With a motto adapted from BBC founder John Reith’s remit to “Inform, Educate, Entertain”, Marabouparken has the pleasure of opening this autumn’s exhibition of works by the British artist Olivia Plender.
Information, Education, Entertainment is a thematic solo exhibition which focuses on the TV medium and the art world portrayal of art and artists. The work Monitor (2006–2007) is a slide show essay with an accompanying soundtrack based on the screenplay from a TV programme Private View. The original episode was a part of the BBC’s first arts series Monitor, screened in 1960. The photographs in the slideshow are images of contemporary London based around the narrative of the soundtrack. Together, slide show and soundtrack, tell the story of the changing conditions of art and the gentrification of working class areas of London. The piece was originally presented as a performance at the Tate Triennial but is here shown as an installation.
The installation Ken Russell in Conversation with Olivia Plender (2005) includes the video documentation of an interview between Olivia Plender and the controversial filmmaker. The interview took place before an audience in a stage set reminiscent of TV studios from the 1970s. The topics covered include the experimental documentaries and artist’s portraits Ken Russell made for the BBC in the 60s, the Romantic idea of artistic genius, questions of taste and style and the controversies about him as a media celebrity and filmmaker. Russell’s media persona becomes an image of double-ness as he simultaneously tries to represent and live the role of the artistic genius. With the moralising narrative tone of a nineteenth century temperance movement pamphlet, the most recent episode of Olivia Plender’s ongoing comic book project The Masterpiece (2001-) follows the fate and adventures of the young artist Nick. At Marabouparken, the latest edition The Road to Ruin (for Öyvind Fahlström) (2006) will be presented both as a comic book and as an installation with the characters as life-size cut outs. This episode takes place in the 1980s and we follow Nick as he grapples with the sponsorship ideas of the mega-corporation Bucks, demonstrating how the Romantic notion of genius reinvents itself to adapt to a neo-liberal logic.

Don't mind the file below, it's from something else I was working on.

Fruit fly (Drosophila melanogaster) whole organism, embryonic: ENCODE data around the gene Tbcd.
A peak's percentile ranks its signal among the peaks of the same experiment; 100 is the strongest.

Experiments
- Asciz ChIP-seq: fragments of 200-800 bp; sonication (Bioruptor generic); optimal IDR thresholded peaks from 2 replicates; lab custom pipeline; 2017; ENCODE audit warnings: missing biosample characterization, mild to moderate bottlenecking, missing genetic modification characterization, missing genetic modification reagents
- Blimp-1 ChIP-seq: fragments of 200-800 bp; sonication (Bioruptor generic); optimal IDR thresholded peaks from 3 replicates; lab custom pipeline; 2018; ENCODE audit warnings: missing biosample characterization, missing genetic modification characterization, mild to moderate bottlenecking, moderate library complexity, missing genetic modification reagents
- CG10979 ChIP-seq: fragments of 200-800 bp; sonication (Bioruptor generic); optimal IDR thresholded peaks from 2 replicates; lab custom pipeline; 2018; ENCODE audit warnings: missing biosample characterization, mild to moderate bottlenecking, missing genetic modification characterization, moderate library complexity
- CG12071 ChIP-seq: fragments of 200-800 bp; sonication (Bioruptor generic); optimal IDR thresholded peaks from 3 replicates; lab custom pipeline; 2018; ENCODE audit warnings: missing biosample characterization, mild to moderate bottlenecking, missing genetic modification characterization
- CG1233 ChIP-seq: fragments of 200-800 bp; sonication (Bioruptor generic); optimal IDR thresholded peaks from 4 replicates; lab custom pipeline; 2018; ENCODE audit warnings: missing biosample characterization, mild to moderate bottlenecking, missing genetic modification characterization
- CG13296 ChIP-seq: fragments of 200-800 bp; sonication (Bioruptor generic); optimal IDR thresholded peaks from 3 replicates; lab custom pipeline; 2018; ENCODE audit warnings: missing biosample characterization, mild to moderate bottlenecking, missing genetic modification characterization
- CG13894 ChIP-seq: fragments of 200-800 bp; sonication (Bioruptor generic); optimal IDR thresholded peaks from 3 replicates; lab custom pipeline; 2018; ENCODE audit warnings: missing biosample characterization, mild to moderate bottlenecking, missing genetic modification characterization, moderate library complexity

During the exhibition Information, Education, Entertainment a programme of film screenings and talks has been put together in cooperation with Filmklubben (the Film Club), a mobile platform for political film. The programme will focus on how the artist is portrayed by television and the art world and on public service media as an ideological tool. Dates and times will be available on Marabouparken homepage from October 11th.